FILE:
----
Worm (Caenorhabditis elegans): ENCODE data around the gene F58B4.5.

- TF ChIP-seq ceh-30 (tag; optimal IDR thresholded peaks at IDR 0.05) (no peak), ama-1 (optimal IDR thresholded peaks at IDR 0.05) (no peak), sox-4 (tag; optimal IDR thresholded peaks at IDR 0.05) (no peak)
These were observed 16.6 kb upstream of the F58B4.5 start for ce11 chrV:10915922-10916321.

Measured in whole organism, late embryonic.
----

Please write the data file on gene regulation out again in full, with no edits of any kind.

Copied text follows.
Worm (Caenorhabditis elegans): ENCODE data around the gene F58B4.5.

- TF ChIP-seq ceh-30 (tag; optimal IDR thresholded peaks at IDR 0.05) (no peak), ama-1 (optimal IDR thresholded peaks at IDR 0.05) (no peak), sox-4 (tag; optimal IDR thresholded peaks at IDR 0.05) (no peak)
These were observed 16.6 kb upstream of the F58B4.5 start for ce11 chrV:10915922-10916321.

Measured in whole organism, late embryonic.